Green tea inhibits Helicobacter growth in vivo and in vitro.
ABSTRACT Helicobacter infection, one of the most common bacterial infections in man worldwide, is a type 1 carcinogen and the most important risk factor for gastric cancer. Helicobacter pylori bacterial factors, components of the host genetics and immune response, dietary cofactors and decreased acid secretion resulting in bacterial overgrowth are all considered important factors for induction of gastric cancer. Components found in green tea have been shown to inhibit bacterial growth, including the growth of Helicobacter spp. In this study, we assessed the bactericidal and/or bacteriostatic effect of green tea against Helicobacter felis and H. pylori in vitro and evaluated the effects of green tea on the development of Helicobacter-induced gastritis in an animal model. Our data clearly demonstrate profound growth effects of green tea against Helicobacter and, importantly, demonstrate that green tea consumption can prevent gastric mucosal inflammation if ingested prior to exposure to Helicobacter infection. Research in the area of natural food compounds and their effects on various disease states has gained increased acceptance in the past several years. Components within natural remedies such as green tea could be further used for prevention and treatment of Helicobacter-induced gastritis in humans.
Article: Coinfection modulates inflammatory responses and clinical outcome of Helicobacter felis and Toxoplasma gondii infections.[show abstract] [hide abstract]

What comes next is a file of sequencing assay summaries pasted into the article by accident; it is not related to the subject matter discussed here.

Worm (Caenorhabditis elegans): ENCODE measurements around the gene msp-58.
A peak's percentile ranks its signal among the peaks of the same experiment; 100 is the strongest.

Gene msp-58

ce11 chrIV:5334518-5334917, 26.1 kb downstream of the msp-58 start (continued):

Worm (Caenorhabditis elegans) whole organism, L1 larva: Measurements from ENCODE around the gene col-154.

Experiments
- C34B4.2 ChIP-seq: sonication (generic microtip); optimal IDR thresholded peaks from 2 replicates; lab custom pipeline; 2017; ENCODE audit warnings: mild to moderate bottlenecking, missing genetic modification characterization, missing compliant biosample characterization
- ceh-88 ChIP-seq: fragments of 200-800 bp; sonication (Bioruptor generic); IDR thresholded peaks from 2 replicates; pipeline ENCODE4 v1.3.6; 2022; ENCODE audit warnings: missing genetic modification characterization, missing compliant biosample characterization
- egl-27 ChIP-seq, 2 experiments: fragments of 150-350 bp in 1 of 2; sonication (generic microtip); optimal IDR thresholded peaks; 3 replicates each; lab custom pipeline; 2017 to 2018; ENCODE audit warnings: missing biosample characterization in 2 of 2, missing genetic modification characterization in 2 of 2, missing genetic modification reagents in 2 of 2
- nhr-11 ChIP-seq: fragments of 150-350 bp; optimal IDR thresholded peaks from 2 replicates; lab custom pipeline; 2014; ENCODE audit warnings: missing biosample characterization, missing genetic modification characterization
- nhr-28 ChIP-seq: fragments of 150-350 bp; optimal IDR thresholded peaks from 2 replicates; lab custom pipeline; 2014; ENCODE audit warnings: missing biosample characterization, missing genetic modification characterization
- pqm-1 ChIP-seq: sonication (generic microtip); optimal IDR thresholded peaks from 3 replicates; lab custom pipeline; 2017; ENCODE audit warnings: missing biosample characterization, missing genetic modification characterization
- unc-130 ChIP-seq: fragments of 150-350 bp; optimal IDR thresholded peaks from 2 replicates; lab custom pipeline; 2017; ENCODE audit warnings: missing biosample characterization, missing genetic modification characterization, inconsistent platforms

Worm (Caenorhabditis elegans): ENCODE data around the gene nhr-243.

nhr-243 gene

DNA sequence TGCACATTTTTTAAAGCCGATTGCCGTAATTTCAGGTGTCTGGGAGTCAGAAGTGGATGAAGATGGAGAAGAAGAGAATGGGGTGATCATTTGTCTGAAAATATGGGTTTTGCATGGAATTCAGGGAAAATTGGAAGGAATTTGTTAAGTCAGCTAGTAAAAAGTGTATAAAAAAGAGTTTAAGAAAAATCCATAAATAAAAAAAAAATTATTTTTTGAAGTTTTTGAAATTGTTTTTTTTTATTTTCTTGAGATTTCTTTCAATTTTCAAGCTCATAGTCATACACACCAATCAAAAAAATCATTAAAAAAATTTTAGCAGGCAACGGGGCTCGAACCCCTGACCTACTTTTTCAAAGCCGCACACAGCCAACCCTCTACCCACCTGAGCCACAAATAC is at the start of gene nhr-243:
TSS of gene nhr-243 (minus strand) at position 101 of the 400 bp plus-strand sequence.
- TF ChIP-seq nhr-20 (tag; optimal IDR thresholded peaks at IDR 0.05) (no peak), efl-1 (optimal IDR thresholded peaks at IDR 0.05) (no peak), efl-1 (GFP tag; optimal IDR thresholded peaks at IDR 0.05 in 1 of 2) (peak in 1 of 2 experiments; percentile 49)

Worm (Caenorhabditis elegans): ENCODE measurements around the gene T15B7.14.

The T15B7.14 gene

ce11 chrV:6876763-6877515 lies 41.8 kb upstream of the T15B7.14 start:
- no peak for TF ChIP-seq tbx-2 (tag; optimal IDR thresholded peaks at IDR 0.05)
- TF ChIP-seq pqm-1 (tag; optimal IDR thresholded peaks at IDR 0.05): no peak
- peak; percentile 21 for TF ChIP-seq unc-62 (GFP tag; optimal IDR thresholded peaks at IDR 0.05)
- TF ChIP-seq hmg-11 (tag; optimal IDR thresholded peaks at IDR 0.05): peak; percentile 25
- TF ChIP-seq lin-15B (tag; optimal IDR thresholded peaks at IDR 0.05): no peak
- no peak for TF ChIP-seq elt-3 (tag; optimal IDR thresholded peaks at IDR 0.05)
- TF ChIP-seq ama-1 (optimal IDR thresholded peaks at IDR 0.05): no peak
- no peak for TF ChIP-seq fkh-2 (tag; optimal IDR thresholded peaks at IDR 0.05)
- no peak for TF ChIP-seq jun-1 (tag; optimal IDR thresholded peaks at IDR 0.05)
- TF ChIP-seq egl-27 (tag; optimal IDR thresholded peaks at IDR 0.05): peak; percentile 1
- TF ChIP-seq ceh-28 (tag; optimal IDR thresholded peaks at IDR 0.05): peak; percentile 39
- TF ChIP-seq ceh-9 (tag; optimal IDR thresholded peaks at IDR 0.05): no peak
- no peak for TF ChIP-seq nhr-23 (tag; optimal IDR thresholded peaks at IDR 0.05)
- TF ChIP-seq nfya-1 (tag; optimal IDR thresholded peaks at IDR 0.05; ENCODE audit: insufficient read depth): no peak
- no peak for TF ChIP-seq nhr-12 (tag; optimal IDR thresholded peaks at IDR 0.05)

ABSTRACT: The host immune response plays a critical role in determining disease manifestations of chronic infections. Inadequate immune response may fail to control infection, although in other cases the specific immune response may be the cause of tissue damage and disease. The majority of patients with chronic infections are infected by more than one organism yet the interaction between multiple active infections is not known, nor is the impact on disease outcome clear. Using the BALB/c strain of mice, we show that Toxoplasma gondii infection in a host infected with Helicobacter felis alters the natural outcome of T. gondii infection, allowing uncontrolled tachyzoite replication and severe organ damage. Survival rates decrease from 95% in T. gondii infection alone to 50% in dual-infected mice. In addition, infection with T. gondii alters the specific H. felis immune response, converting a previously resistant host to a susceptible phenotype. Gastric mucosal IFN-gamma and IL-12 were significantly elevated and IL-10 substantially reduced in dual-infected mice. These changes were associated with severe gastric mucosal inflammation, parietal cell loss, atrophy, and metaplastic cell changes. These data demonstrate the profound interactions between the immune response to unrelated organisms, and suggest these types of interactions my impact clinical disease.The Journal of Immunology 10/2004; 173(5):3329-36. · 5.79 Impact Factor